It is a very busy time of the year for the new farm. Our 90 baby chicks are almost old enough to be moved to the farm, the vegetable seedlings needed to be moved from the garage to the greenhouse, we inherited a shed from some friends that needed to be moved, the grass and weeds were finally tall enough to need mowing, and the county burn ban has been lifted so we can get rid of the big brush piles that have accumulated over the last year. With all of that on our plates I decided to take a weeks vacation from my city job to get a bunch of these tasks knocked out.
First up was evicting the youngest chicks out of the greenhouse, and combine them with the older girls living in the temporary coop. This needed to happen so we could get the vegetable seedlings out of the dark garage and moved into the greenhouse. It actually went really smoothly until mice invaded the greenhouse and ate two flats of tomato seedlings. 150 tomato plants gone in a night. We put out traps and caught 6 mice. The rest of the seedlings are now safe.
On to getting the farm ready for the chickens… Last week Farmer Jen drove all around Needville and Fairchild looking for an old cotton trailer that we could turn into a mobile chicken coop (chicken tractor). She got a call a few days later, and the next day we drove the jeep into Pleak, TX, hooked up the cotton trailer, and drove the 15 miles back to the farm very slowly. Luckily we didn’t have a tire blow out, and we made it safe and sound to the farm.
Another fun adventure was loading 25 – 2″x10″x16′ boards for the raised beds onto our 11′ long trailer, and towing those 15+ miles to the farm. But, amazingly, we made that trip without incident as well. Once we got the lumber to the farm we spent a day building 10 raised beds.
Up next? Moving our new shed. It took everything the little Kubota could give (and then some) to move the shed into its new location and get it leveled on cinder blocks. The tractor’s front end loader popped off one time, we snapped one hook that we were using to pull the shed, and pulled the other hook out of the 4×4 it was screwed in to. We ended up pulling the shed with the jeep. In the end no one got hurt, and we got the storage shed into position. This is going to be VERY useful to have at the farm.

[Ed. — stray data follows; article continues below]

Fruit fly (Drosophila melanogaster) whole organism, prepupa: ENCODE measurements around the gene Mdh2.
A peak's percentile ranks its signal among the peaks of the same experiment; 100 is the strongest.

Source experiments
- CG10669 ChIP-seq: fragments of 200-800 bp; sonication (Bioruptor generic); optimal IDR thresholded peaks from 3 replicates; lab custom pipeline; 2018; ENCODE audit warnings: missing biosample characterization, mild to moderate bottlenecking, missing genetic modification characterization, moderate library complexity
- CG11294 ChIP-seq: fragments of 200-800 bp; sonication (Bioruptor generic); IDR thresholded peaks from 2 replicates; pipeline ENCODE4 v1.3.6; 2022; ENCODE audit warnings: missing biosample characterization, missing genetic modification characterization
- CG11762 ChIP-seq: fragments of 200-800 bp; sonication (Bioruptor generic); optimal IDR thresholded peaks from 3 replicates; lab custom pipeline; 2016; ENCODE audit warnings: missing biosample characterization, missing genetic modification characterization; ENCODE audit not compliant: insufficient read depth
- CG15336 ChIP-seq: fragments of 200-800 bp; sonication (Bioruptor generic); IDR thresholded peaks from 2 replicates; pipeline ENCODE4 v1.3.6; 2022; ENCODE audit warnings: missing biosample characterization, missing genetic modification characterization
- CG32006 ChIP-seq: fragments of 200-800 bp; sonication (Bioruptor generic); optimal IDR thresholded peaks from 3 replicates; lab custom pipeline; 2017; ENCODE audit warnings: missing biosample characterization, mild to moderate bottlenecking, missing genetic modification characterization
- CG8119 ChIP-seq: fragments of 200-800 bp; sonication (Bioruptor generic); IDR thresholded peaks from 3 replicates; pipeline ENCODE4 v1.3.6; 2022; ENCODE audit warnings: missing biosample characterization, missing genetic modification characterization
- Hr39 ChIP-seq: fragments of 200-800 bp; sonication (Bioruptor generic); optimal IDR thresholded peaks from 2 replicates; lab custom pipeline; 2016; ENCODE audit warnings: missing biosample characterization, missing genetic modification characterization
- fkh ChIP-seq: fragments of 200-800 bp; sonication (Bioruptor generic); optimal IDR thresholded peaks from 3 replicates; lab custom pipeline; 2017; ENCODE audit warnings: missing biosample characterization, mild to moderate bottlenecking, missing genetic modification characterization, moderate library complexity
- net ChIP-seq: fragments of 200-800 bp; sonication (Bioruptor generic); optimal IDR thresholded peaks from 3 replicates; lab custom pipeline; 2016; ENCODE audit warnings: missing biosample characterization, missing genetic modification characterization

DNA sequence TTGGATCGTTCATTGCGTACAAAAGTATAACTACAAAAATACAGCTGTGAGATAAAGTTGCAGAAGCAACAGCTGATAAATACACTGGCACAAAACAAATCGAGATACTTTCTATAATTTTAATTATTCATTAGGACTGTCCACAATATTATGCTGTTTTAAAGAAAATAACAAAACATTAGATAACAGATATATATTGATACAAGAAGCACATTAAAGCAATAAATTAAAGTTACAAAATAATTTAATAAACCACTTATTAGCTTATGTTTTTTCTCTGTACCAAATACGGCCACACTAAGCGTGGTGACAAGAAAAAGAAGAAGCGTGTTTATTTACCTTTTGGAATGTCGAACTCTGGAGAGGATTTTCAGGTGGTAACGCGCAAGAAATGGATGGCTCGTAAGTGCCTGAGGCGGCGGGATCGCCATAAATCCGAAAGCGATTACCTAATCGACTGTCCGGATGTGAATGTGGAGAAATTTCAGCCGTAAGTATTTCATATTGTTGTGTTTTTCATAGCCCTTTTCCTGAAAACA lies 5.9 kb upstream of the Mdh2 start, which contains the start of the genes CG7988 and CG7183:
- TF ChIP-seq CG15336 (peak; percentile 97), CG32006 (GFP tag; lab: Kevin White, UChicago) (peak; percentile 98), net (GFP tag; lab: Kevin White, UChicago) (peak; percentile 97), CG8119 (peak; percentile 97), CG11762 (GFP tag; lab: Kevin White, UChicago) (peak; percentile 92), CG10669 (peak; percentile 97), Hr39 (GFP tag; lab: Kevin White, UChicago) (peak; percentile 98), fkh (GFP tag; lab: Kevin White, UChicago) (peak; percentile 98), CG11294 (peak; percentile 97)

In between all of these jobs I actually had some time to get the whole farm mowed. Due to last years drought I hadn’t mowed in 9 months! It took about 4 hours total, but the grass and weeds are now all a respectable height. We just need to get the chickens moved out there, and I’ll never have to mow again.
Speaking of the chickens and rain… Lola was not amused at all of the rain we got earlier this week.
So what’s left? This weekend we are going to burn the brush piles, put a roof on the cotton trailer to make it safe for the chickens, and put up the electric chicken fencing (UPS says it’ll arrive on Friday). If we can get all of that done this weekend we’ll be fully ready to move the chickens to the farm at the first sound of a rooster crowing… hopefully that won’t happen for another 2-3 weeks. Next week we’ll need to have 20 yards of garden soil delivered, and then fill the raised beds. After the beds are full of soil we’ll install deer fencing around them, and run drip irrigation lines through them. We will then be ready for planting the week of February 15th.